This scope comes with the Burris E1 reticle that functions as a standard duplex when needed but also features BDC functionality for bullet drop compensation. I like this reticle option as it’s very flexible.
This scope model features better than average glass that is crisp and clear, even in low light conditions. As an added bonus, it’s covered by the Burris Forever warranty program.
Even though the 30-30 is a light recoiling rifle, this scope has a history of durability and will hold up to a lifetime of recoil on a lever-action 30-30.
Pros Cons Excellent low light optics for this price range
The E1 reticle can also extend your shooting distances if you learn the reticle
Like many 3-9 scopes in this price range, it has a fixed 100-yard parallax setting. (Not a deal-breaker though)
While the eye relief is listed at 3.1 to 3.4 inches and seems fine to me, some people have complained about the eye relief being “too short.”
Here are the best deals I could find on the Burris E1 Fullfield 3-9×50:
Leupold FX-3 6×42
A fixed power scope has always been a good choice for a Marlin 336 lever gun as they are simple to operate, very light, and very compact. The first Marlin 30-30 rifle I ever shot was equipped with a 4X fixed power scope, and it was a highly effective combination.
The Leupold FX-3 6×42 is a fixed 6X power scope that is built on a 1-inch tube. This scope model offers outstanding optical quality, but it comes at a higher price point than most of the other scopes on this list. This model also offers excellent low-light visibility via Leupold’s patented Twilight Management system.
The FX-6 comes with a standard parallax setting of 50 yards, but Leupold can also adjust the parallax point to another distance if you prefer. The FX-3 weighs 13.6 ounces so it’s a lightweight option for most any lever action 30-30.
Pros Cons Excellent optical quality glass
Excellent low light scope option
Comes with a fabulous warranty
Pricey but worth the cost if you prefer a fixed power scope
Not a heavy scope but not the lightest fixed power scope on the market
Here are the best prices I could find on the Leupold VX-3 6×42:
Vortex Crossfire II 3-12×56
While some people may look at the 3-12 power range on this Vortex scope as being too much, I’m a huge fan of this power range for a lever rifle. This power range offers more magnification range than a standard 3-9 scope, without having to move up to a higher-powered and heavier 4-12 or 4-16 scope.
Now, this scope does have a 56mm adjustable objective which is on the larger side as most of the other scopes on this list feature either a 40mm objective or a 42mm objective. The 56mm objective means that you’ll need either a set of higher rings or maybe see-thru rings. Another potential downside is the larger objective also adds overall weight to the scope.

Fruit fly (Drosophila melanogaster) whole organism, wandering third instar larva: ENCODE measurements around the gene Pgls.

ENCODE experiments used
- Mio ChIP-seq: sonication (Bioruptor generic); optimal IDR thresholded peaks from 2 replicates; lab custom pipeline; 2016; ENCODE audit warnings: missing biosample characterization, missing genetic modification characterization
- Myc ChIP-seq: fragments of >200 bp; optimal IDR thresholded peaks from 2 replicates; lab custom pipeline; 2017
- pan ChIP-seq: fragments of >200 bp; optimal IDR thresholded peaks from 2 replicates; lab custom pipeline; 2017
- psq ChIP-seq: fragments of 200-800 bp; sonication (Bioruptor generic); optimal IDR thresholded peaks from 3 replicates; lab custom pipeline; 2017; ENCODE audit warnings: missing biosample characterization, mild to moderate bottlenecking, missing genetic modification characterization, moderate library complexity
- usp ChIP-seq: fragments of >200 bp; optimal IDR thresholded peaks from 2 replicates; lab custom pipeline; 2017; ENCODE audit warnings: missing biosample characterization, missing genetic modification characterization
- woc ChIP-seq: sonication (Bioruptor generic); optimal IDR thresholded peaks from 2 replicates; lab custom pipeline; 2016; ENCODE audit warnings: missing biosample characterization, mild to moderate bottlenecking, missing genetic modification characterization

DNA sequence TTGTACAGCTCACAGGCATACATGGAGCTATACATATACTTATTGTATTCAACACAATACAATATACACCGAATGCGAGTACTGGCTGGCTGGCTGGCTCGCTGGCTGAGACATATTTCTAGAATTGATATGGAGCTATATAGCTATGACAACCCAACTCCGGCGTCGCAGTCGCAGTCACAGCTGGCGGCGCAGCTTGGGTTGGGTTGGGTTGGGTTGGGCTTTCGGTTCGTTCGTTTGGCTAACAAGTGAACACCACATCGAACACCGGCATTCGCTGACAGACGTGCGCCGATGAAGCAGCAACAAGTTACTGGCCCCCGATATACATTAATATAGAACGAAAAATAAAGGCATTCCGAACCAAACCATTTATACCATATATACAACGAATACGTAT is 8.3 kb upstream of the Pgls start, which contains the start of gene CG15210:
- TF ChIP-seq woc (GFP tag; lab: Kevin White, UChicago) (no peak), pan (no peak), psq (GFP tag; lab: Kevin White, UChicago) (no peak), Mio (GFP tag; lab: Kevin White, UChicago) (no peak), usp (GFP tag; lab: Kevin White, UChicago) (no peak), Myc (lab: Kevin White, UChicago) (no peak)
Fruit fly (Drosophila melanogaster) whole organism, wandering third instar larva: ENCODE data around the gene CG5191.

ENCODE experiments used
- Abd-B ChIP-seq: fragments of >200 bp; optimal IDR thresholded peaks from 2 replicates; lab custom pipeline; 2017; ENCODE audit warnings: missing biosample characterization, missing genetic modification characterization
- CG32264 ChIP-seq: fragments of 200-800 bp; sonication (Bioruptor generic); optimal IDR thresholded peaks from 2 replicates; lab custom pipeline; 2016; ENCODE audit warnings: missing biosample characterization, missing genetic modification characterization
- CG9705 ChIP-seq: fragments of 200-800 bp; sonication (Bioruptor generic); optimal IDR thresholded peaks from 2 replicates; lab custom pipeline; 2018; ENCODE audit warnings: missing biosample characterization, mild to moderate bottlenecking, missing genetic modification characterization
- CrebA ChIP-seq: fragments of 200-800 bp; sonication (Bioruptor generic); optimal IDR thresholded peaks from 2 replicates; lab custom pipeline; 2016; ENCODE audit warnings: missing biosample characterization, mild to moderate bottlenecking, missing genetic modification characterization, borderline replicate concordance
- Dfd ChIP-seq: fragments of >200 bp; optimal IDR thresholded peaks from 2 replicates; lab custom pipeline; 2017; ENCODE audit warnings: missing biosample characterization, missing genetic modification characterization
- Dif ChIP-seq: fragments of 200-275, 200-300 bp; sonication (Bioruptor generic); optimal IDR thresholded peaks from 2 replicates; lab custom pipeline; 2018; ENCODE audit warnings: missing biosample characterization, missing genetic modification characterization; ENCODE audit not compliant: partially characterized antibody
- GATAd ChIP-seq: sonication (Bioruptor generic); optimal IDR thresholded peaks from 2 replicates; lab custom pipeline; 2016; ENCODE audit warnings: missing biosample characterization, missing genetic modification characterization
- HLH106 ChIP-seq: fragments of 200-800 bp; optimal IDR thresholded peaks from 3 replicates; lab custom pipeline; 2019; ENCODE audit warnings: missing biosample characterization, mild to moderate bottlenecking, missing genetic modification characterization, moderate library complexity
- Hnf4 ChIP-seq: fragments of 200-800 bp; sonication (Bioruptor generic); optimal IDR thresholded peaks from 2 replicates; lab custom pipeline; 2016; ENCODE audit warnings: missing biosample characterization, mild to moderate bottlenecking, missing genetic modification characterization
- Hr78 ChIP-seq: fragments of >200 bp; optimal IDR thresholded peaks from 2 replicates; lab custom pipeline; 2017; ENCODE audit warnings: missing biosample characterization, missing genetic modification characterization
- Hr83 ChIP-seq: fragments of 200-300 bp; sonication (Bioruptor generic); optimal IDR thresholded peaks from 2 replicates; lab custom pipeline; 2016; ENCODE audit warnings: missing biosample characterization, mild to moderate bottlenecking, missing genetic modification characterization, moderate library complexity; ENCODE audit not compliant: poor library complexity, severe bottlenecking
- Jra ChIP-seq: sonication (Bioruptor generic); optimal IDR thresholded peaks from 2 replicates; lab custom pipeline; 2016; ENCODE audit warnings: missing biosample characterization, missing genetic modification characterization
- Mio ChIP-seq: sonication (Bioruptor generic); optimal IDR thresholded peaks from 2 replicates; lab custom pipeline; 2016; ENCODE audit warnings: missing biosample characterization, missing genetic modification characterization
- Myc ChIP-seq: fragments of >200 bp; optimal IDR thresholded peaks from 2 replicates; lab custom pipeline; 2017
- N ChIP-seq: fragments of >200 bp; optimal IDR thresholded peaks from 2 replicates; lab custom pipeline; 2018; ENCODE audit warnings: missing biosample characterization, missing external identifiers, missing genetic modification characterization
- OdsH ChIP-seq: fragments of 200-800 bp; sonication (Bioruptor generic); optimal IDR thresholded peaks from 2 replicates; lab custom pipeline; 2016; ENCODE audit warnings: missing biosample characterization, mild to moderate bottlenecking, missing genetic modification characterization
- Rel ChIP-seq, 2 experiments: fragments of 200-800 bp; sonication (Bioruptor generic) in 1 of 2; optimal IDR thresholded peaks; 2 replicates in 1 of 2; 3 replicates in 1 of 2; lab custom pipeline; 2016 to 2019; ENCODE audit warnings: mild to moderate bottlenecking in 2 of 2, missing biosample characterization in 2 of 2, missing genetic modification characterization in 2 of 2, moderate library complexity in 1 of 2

However, the larger objective also pulls in quite a bit of light during low light conditions, and this scope features an illuminated reticle. These two features make this scope a good option for hunting in areas with a heavy leaf canopy or where a specific low light scope is needed.
Vortex advertises this scope as a “hog hunter” model but I’ve had customers at my day job who love this specific scope on a lever-action rifle. This model is built on a 30mm tube and features an adjustable parallax that will focus all the way down to 10 yards.
If you’re looking for an illuminated scope for a 30-30, then this scope might be worth checking out.
Pros Cons The 3-12 power range can be a big plus if a 3-9 is on the smaller side for you
Adjustable parallax that focuses down to 10 yards
The larger 56mm objective lens will require scope rings that are higher than usual or see-thru rings (which I like as well)
All the extra features come at a price, and it’s the weight. This scope weighs nearly 22 ounces, which is much more substantial than most of the other scopes on this list.
Here are the best prices I could find on the Vortex Optics 3-12X56 IR:
Leupold VX-Freedom 4-12×40
As you shop for the best scope for a Marlin 30 30, you are bound to come across some recommendations for the Leupold brand of scopes, and I would agree with those suggestions.
The Leupold VX Freedom scope series is designed as a more budget-friendly mid-range scope within the Leupold line that offered very good optics at a reasonable price. While the VX-Freedom scopes are not the least expensive scope series on this list, they do offer a very good value for the cost.
Built on a 1-inch tube, the Freedom 4-12×40 model offers enough magnification to handle a shot from almost any distance. As with most all Leupold scopes, this 4-12 Freedom scope performs very well during low light situations and offers excellent light transmission.
The 4-12 model is compact enough to fit nicely on a lever-action brush gun yet offers enough scope for most any hunting scenario.